Patrolling tiger highways

High ridge-tops and river beds are the natural highways tigers use to hunt and travel. Our team hiked along them to inspect the grid’s cameras and download data. I marveled at the ancient forest’s sheer abundance of plant and animal diversity: tapirs, sun bears, elephants, leopards, gibbons, macaques, and countless birds and insects. Signs, or tracks, of wild pigs and sambar deer  indicate that tigers can still find a pretty good meal here. Above all, my highlight was finding a set of tiger tracks!

Densely covered forest floors make finding tiger signs like this paw print difficult. Other signs of tigers researchers look for are scat, claw scrapes, and spray. Photo by Fred Koontz/Woodland Park Zoo.

“Trails” in the dense forest are better suited to tigers than to humans. Photo by Fred Koontz/Woodland Park Zoo.

As beautiful as our hikes were, tiger conservation is no walk in the park. Conditions are among the most difficult I’ve ever seen. Walking through a forest with tigers in it is humbling enough, but venomous snakes and mosquitoes carrying deadly dengue fever, steep slopes, lack of trails, and potentially dangerous elephants and sun bears add to the challenge. This experience made me appreciate even more our tiger team’s resilience, sustained by their deep knowledge of conservation and innovation-driven spirit.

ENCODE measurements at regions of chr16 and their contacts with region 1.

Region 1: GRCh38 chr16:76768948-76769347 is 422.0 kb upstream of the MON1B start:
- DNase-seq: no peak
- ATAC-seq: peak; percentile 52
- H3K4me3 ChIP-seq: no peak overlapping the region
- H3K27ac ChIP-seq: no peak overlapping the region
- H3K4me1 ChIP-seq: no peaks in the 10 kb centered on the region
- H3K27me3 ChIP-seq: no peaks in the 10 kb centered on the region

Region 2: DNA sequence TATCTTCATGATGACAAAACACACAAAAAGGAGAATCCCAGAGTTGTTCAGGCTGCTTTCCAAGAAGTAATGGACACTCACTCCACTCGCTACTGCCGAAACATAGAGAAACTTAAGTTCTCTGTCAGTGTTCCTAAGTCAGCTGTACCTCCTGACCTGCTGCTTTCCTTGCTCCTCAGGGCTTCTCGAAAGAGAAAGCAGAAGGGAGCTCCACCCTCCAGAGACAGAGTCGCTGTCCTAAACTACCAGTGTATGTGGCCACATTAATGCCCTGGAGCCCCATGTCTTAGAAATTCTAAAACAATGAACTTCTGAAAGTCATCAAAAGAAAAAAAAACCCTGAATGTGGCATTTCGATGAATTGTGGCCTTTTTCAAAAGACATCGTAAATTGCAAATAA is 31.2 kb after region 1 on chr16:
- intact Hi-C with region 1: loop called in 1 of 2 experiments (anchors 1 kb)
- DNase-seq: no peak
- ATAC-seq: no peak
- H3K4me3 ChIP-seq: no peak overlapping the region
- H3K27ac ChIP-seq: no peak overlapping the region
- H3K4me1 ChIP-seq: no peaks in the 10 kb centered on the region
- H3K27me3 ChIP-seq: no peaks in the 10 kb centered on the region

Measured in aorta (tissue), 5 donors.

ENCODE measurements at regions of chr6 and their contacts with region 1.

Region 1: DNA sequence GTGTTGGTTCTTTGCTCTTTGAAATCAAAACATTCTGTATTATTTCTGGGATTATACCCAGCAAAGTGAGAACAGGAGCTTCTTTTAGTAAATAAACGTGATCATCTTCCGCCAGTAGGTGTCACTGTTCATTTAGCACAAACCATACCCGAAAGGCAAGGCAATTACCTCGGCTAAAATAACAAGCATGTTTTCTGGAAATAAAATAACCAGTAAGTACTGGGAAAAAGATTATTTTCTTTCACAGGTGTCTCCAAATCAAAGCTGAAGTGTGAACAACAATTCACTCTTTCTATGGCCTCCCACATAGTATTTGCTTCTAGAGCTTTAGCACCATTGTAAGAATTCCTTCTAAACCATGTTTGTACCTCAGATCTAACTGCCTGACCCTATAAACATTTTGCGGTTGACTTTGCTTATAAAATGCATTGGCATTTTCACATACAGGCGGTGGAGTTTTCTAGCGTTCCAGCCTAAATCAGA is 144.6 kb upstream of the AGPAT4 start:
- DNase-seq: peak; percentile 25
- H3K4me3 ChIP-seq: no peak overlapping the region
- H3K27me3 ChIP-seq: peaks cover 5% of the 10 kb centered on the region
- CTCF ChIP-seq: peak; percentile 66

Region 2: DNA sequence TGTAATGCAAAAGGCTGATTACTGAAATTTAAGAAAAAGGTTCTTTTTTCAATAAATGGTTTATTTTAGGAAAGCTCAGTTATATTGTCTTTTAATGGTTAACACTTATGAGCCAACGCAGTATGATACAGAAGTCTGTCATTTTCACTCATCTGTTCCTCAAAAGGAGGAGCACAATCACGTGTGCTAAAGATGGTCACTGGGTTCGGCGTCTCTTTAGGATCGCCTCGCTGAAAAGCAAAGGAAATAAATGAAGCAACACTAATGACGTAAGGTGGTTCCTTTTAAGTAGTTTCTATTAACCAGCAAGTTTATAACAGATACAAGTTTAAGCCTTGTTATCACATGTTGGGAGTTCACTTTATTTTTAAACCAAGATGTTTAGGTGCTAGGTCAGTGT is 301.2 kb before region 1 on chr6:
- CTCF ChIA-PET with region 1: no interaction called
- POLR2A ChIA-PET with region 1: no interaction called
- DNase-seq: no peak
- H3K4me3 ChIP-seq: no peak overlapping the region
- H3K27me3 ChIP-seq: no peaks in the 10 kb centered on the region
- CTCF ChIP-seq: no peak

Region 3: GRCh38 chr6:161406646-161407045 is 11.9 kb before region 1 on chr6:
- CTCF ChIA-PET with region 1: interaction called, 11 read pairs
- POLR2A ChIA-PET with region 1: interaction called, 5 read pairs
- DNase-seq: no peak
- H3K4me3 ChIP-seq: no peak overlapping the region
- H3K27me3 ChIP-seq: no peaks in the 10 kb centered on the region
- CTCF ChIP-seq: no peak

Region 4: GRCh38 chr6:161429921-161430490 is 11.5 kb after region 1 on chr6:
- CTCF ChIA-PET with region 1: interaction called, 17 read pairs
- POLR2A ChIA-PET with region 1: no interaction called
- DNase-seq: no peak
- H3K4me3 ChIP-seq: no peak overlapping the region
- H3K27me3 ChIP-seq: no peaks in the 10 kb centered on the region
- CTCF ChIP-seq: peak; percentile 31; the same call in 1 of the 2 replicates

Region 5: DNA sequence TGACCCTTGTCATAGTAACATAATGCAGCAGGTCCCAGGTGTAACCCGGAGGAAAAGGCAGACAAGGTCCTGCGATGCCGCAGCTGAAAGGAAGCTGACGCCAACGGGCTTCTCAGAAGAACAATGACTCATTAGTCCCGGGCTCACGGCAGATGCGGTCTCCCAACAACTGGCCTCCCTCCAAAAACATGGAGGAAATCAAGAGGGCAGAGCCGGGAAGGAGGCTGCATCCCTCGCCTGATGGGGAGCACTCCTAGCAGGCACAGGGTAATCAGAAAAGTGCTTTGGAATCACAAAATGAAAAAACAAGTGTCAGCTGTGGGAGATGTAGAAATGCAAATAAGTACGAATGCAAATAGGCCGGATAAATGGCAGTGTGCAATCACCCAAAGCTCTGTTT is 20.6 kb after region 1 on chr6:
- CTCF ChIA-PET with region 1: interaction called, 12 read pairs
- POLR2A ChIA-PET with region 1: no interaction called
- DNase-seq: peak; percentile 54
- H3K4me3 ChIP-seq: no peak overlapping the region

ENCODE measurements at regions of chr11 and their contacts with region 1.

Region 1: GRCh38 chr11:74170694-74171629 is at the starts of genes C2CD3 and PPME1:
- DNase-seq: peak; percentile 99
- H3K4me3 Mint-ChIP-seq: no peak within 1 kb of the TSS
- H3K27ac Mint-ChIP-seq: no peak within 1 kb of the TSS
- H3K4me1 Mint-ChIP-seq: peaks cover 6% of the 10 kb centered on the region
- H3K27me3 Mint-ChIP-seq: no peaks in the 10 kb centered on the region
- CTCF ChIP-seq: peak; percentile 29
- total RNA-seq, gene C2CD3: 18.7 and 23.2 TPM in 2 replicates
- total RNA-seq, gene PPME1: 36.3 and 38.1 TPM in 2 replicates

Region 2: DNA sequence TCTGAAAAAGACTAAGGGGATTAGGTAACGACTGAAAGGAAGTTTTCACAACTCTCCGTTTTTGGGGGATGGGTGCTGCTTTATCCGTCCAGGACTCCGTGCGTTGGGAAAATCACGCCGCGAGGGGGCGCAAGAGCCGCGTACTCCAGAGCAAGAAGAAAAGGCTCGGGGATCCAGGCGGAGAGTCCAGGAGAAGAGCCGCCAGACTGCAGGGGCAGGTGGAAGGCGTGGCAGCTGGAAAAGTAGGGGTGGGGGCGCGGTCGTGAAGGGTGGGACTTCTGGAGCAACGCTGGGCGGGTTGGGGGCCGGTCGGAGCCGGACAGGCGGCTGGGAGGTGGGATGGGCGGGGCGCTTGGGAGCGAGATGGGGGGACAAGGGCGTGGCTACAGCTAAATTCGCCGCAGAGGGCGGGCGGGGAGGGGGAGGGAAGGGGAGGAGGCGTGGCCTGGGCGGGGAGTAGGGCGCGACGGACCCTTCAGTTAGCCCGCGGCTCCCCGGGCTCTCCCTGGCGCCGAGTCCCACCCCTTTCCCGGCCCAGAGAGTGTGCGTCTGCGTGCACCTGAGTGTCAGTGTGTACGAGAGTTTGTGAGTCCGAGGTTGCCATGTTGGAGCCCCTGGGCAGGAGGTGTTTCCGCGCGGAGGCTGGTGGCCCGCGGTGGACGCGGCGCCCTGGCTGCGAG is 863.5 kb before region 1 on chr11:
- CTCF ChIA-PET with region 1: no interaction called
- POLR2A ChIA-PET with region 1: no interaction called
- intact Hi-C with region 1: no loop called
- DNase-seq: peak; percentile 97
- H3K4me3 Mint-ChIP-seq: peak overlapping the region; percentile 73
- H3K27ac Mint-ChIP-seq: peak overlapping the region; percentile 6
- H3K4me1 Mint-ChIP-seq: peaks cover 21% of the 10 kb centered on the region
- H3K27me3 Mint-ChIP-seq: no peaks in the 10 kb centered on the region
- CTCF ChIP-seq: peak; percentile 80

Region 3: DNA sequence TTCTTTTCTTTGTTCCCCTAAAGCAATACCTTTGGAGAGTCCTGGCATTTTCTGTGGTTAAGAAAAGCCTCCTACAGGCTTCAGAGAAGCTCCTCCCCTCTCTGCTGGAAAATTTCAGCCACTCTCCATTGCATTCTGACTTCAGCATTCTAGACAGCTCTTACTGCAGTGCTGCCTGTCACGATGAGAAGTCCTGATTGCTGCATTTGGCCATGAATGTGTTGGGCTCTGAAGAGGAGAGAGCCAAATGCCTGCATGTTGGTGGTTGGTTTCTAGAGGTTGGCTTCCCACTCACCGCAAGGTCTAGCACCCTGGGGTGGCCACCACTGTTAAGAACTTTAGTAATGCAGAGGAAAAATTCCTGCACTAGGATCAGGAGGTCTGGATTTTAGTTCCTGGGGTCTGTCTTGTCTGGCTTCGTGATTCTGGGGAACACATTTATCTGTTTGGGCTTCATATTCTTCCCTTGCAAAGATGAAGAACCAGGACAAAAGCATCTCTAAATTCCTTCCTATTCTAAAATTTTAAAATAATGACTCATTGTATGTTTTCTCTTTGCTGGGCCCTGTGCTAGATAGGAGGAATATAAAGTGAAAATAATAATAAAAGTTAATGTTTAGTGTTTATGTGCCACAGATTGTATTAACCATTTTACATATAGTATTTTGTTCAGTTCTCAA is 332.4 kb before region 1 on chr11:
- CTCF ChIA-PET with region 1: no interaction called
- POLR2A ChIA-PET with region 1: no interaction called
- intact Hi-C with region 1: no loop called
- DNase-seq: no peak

Project Manager Wai Yee oversees the team’s on-the-ground organizational logistics and SMART software data reporting. Photo by Fred Koontz/Woodland Park Zoo.

Getting smarter

Helping us to get more out of this work is new conservation software known as Spatial Monitoring and Reporting Tool (SMART). Developed collaboratively by zoos and conservation agencies as an open-source tool to reduce poaching pressure, it is integrated with our mobile data-gathering devices, field cell phones, and GPS units. SMART allows us to work, well, smarter.

SMART software allows field teams to adapt strategies and tactics quickly to changing conditions in the tiger ecosystem. Source:

Reliably tracking massive amounts of quantitative data and rapidly sharing feedback among managers, field staff, and anti-poaching law enforcement means improved efficiency and effectiveness. This, in turn, boosts staff morale and motivation. Given the physical challenges of field conservation I just described, it is a welcome cycle of benefits.